‘I repeat: those issues have nothing at all to do with this case…’
(Ben Sellers, Liberty Headlines) Justice Department prosecutors in a Maryland bribery trial labelled Hillary Clinton‘s Uranium One scandal a “conspiracy theory” while trying to distinguish it from their own case, much to the delight of partisan naysayers in the press.
In April 2015, the New York Times first reported on the shocking pay-to-play setup involving the Russian government, a Canadian uranium-mining firm, the Clinton Foundation and the State Department.
Shortly thereafter, more details on the Uranium One scandal emerged in conservative investigative journalist Peter Schweizer‘s exposé Clinton Cash: The Untold Story of How and Why Foreign Governments and Businesses Helped Make Bill and Hillary Rich.
Liberal media sources like McClatchy News Service have since chafed under the allegations that Clinton, during her tenure as secretary of State, colluded with the Russians in a 2010 deal that gave them controlling stake in several U.S. and Canadian uranium mines while the Clinton Foundation simultaneously received a kickback.
During the 2016 election and afterward, the story proved an inconvenient counterpoint to Democrats’ unfounded claims that President Donald Trump was a puppet of the Russians.
Trump, himself, observed that the real evidence of Russian collusion lay with his Democrat opponent and accused Clinton of having given away 20 percent of U.S. uranium.
But investigative efforts stalled in Congress after Democrats regained control of the House of Representatives last year.
In typical form, left-wing fact-checkers have nit-picked at minutiae surrounding the complicated series of exchanges in order to qualify, downplay and dismiss Republicans’ assertions.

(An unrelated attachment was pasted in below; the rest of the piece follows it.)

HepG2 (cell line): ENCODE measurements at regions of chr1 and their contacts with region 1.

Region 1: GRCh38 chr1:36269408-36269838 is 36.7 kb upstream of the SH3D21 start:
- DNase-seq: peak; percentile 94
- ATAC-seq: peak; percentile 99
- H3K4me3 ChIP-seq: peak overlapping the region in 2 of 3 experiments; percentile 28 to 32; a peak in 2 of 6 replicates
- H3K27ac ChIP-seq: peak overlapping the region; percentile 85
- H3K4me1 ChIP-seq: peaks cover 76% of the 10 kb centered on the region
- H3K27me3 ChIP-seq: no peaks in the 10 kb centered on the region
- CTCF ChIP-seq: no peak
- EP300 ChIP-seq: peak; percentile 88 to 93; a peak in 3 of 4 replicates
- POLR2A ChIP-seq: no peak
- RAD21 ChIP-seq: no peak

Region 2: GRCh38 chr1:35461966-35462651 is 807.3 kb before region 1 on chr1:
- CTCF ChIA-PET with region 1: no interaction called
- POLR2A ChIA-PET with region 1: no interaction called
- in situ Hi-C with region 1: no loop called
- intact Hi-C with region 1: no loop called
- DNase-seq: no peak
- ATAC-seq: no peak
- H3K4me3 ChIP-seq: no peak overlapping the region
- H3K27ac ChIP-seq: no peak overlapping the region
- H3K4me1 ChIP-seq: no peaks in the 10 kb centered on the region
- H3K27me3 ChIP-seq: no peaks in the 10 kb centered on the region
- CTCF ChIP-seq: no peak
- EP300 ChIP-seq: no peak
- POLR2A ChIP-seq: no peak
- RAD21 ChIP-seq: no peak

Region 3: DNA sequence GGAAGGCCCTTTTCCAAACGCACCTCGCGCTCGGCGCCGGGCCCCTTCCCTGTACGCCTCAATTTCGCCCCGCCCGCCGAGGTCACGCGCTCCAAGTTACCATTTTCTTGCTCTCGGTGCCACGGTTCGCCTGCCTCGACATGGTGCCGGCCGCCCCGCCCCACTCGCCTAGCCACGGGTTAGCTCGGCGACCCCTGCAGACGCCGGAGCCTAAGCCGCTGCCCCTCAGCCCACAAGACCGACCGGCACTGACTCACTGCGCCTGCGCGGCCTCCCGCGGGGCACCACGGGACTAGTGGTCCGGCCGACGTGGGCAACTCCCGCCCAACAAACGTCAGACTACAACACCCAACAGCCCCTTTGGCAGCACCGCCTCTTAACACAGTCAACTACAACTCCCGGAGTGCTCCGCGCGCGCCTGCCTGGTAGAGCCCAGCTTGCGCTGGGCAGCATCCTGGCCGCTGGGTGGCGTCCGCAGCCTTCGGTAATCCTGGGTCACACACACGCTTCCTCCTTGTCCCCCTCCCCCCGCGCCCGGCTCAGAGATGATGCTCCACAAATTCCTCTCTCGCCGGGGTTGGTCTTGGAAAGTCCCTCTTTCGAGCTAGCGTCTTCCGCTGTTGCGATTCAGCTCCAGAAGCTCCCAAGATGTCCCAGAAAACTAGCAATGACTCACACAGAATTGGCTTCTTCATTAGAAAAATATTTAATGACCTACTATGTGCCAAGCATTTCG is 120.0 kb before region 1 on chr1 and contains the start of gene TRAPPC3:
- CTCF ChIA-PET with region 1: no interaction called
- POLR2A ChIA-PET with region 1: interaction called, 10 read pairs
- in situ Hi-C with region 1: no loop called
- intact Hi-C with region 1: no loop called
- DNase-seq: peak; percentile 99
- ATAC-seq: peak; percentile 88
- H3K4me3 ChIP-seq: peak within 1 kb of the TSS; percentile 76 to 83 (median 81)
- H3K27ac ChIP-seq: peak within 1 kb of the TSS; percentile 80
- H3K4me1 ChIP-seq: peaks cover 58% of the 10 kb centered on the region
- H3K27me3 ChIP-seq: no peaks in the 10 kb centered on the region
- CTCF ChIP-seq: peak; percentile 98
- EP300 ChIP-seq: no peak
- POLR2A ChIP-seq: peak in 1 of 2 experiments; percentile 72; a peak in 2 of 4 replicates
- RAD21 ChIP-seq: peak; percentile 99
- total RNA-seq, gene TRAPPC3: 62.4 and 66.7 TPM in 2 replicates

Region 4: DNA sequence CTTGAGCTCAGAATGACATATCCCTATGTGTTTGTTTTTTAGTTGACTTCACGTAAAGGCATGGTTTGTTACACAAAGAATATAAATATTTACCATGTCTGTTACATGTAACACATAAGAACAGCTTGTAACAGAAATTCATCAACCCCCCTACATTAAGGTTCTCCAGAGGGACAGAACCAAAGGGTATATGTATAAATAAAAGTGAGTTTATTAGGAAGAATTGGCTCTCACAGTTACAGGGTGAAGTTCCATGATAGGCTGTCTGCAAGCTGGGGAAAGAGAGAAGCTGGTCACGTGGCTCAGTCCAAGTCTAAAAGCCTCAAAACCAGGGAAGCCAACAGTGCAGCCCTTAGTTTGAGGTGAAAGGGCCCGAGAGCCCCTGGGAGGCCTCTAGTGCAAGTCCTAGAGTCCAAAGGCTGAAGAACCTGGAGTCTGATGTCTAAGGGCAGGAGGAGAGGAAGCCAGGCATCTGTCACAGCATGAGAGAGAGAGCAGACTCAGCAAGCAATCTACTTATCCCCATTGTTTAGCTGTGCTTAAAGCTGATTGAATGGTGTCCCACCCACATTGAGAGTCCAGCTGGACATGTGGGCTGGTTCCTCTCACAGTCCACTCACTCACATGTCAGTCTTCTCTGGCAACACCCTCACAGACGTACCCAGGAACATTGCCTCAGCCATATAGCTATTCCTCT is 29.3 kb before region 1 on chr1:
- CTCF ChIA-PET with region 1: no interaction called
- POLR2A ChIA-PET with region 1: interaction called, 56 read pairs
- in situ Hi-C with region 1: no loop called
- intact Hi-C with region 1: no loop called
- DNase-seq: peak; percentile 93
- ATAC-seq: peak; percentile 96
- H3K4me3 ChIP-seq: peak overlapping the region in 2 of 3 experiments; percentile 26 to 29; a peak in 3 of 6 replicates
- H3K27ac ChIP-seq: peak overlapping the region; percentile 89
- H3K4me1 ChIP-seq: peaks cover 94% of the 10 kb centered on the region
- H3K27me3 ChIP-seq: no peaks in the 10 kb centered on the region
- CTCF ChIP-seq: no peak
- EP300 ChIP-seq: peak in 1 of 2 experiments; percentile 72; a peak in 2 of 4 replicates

These deflections, of course, gloss over the fundamental ethical concerns and national security implications regarding Clinton’s corrupt track record of quid-pro-quo bargains for her own political benefit.
Some sought to use the recent legal filing in Maryland as a justification to dispel the entire Uranium One story as a conservative fiction. However, the DOJ prosecutors seem only to have been denying one crucial aspect of it.
Maryland U.S. Attorney Robert K. Hur is leading the upcoming case against Mark Lambert, the former president of a company that transported nuclear material. Lambert is accused of bribing Russian officials to win their business.
Websites and social media posts have reportedly sought to establish a connection between Lambert’s indictment and questions as to whether the Justice Department is actively investigating the Uranium One scandal.
Hur, who worked in the office of former Deputy Attorney General Rod Rosenstein while he was overseeing the Mueller investigation into debunked claims of Russian collusion with the Trump campaign, emphatically denied that the cases were linked.
In court documents released Monday that outlined jury selection for the November trial, prosecutors proposed two subsections titled “Unrelated Conspiracy Theories,” reported McClatchy.
“Although this is a case involving an alleged criminal conspiracy with a Russian official, this case has nothing at all to do with the investigation by Special Counsel Robert Mueller, or alleged collusion between the Donald Trump Presidential Campaign and Russia, or alleged Russian interference in U.S. elections,” wrote Hur’s legal team. “I repeat: that investigation has nothing at all to do with this case.”
It then issued a similar disclaimer regarding the Uranium One matter.
“This case also has nothing at all to do with former Secretary of State Hillary Clinton, the Clinton Foundation, or the approval by the Committee on Foreign Investment in the United States (or ‘CFIUS’) of the Russian government’s acquisition of a company called Uranium One and certain uranium rights in the United States,” they wrote. “I repeat: those issues have nothing at all to do with this case.”